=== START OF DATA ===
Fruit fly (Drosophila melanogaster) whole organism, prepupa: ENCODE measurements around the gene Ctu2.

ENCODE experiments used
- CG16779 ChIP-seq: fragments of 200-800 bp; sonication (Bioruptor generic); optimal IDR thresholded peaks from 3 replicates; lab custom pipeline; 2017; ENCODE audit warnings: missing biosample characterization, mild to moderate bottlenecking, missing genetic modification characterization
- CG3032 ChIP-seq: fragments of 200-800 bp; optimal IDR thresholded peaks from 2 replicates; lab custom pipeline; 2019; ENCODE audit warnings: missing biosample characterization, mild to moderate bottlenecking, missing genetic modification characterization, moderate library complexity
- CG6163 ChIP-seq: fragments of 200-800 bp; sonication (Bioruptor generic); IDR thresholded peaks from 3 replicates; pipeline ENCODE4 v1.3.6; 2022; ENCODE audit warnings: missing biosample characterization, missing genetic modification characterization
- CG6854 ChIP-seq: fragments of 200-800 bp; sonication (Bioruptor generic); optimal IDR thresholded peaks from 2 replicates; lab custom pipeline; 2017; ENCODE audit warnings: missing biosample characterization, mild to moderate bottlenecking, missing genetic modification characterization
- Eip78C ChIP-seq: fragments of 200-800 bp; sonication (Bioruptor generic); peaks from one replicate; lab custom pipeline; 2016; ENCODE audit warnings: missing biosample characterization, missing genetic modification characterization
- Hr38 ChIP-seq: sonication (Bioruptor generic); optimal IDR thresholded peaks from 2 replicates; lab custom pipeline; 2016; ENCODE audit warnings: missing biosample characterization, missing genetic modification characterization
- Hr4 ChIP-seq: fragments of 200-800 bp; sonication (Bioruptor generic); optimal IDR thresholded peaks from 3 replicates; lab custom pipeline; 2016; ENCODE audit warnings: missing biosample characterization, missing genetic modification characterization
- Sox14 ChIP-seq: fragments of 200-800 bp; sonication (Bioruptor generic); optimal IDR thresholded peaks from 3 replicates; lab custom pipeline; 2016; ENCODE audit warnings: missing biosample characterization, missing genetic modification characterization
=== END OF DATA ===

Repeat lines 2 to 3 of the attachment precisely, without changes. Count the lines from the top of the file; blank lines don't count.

ENCODE experiments used
- CG16779 ChIP-seq: fragments of 200-800 bp; sonication (Bioruptor generic); optimal IDR thresholded peaks from 3 replicates; lab custom pipeline; 2017; ENCODE audit warnings: missing biosample characterization, mild to moderate bottlenecking, missing genetic modification characterization